Category Archives: Featured Games

A bi-monthly series that looks back and analyzes noteworthy games.

Indie Game Spotlight: Gateways, Lone Survivor, Papers Please

Indie Game Spotlight

This week I wanna do something a little different. Over the past few weeks, I’ve played a lot of indie games to quell the drought of new releases in the early months of the year. In particular, there were three games that deserve attention and rather than split them up into separate articles I figured it made more sense to talk about them all at once especially with the Steam and GOG.com summer sales in full swing. The three games are Gateways, Lone Survivor and Papers, Please. Read the rest of this entry

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Featured Game: Resident Evil 6

Oh how times have changed. A decade ago, the Resident Evil series meant something completely different to the common gamer. Capcom’s blockbuster franchise was both the pioneer and single-largest bastion of the survival horror genre. Resident Evil 6 strays as far as it conceivably could from what the Resident Evil games once stood for but it would be false to suggest that this in an entirely bad thing.

Insert (heh) your Giraffe-blowjob jokes here.

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Featured Game: BioShock

2007 will be remembered for many things as far as video games are concerned. It was a year that saw the release of Halo 3 and Call of Duty 4: Modern Warfare, two of the most influential first-person shooters ever made. Both of these games emphasized online multiplayer and though they may have defined the first-person shooter in the years to come, a little game studio called Irrational Game (known then as 2K Boston) perfected the first-person shooter with BioShock.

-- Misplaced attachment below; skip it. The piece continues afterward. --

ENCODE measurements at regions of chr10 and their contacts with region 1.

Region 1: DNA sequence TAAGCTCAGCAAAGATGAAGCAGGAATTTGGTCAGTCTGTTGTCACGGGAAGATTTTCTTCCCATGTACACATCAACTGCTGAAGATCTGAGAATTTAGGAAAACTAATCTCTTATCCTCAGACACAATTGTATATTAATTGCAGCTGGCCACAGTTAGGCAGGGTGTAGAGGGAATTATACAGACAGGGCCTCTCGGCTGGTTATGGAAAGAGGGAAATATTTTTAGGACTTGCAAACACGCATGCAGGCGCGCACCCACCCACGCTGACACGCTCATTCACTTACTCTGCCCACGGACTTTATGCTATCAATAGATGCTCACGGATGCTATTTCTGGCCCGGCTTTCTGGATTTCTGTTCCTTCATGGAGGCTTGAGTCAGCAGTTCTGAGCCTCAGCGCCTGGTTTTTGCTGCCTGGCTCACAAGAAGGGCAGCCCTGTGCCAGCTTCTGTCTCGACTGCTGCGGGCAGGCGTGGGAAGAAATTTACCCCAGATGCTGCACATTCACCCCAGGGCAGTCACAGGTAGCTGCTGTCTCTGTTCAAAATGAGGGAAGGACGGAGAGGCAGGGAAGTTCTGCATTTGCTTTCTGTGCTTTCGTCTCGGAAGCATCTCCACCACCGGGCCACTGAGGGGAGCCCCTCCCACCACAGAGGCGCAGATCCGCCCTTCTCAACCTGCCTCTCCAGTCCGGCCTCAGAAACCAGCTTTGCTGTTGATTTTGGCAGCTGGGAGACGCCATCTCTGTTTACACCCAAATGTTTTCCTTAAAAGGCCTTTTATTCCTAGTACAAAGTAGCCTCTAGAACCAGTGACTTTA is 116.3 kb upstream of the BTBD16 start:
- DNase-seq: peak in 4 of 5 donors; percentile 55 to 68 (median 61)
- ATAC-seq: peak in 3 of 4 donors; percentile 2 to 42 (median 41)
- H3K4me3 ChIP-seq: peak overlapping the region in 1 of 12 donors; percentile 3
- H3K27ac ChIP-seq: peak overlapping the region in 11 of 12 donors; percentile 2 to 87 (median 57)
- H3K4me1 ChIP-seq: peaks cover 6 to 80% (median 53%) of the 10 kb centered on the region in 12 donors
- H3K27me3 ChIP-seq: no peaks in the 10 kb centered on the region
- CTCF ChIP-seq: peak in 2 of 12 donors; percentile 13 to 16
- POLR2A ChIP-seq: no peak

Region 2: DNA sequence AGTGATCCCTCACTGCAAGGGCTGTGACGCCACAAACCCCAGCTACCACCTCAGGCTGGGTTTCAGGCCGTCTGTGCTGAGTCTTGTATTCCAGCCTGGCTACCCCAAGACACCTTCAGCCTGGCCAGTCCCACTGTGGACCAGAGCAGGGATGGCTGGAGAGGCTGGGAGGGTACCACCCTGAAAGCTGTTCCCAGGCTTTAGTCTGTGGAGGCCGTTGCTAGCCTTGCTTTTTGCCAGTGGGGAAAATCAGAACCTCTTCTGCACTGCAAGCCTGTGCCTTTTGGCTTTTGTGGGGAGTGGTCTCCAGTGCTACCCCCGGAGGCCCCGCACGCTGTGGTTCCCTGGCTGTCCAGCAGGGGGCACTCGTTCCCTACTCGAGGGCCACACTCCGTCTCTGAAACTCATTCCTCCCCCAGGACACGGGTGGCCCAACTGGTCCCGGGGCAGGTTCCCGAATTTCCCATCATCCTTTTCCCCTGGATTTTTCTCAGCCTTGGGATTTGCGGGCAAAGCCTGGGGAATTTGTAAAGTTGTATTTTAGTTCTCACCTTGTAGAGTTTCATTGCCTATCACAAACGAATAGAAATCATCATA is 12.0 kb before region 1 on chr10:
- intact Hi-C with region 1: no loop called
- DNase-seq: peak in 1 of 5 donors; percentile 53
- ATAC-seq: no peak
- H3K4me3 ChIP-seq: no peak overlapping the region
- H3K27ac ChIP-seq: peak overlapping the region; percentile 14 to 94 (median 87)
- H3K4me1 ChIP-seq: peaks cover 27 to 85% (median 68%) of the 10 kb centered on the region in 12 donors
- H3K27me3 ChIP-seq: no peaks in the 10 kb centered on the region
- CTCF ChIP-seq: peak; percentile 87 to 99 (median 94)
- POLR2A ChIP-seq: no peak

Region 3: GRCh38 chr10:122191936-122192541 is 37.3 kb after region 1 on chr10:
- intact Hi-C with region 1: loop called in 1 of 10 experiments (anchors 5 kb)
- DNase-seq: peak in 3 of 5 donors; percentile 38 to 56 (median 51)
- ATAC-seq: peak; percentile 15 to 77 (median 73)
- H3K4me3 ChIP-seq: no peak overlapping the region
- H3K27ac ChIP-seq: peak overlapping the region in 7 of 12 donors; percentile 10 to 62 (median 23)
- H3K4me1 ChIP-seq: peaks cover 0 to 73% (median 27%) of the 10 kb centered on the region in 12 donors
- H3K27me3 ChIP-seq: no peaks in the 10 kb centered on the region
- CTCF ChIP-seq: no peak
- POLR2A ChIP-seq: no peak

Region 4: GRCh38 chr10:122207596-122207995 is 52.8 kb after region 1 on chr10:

Bioshock Wallpaper

Is a gamer not entitled to the value of his dollar?

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Featured Game: Metal Gear Solid: Peace Walker

The Metal Gear Solid series ended with Metal Gear Solid 4, except that it didn’t. While Solid Snake’s story is over, there are plenty of gaps in Big Boss’ life to fill and this is exactly what Metal Gear Solid: Peace Walker sets out to accomplish. After a dismal wreck of a previous game, Peace Walker is a revitalizing breath of fresh air. It continues Big Boss’ story and advances his character in a way that brings him closer to the antagonistic figure of Metal Gear.

Snake’s about to give you a “peace” of his mind. Image Credit: Cheat Code Central.

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Featured Game: Metal Gear Solid 4: Guns of the Patriots

There’s nothing wrong with looking back at the past but there are many problems with bringing the past forward to the future. Metal Gear Solid 4: Guns of the Patriots is a nostalgic love letter to diehard fans of the series, but it’s so focused on the past that it fails to contribute anything meaningful. Playing Metal Gear Solid 4 is comparable to receiving a letter from your high-school crush, sure it’s nice to revisit fond memories but it won’t enrich or advance your life.

The Metal Gear Solid series is about to be terminated. Image Credit: Deviant Art

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Featured Game: Metal Gear Solid 3: Snake Eater

After Metal Gear Solid 2, the fanbase was split into two; supporters and opposers. This marked the beginning of a game called Metal Gear Solid 3: Snake Eater. While it may have been successful, not everyone was happy with Metal Gear Solid 2. Fans were expecting a more traditional story and the philosophical meta-narrative wasn’t for everyone. Metal Gear Solid 3: Snake Eater is the ultimate result of this reaction and is not only the greatest game in the Metal Gear Solid series, it’s one of the best games of the previous decade.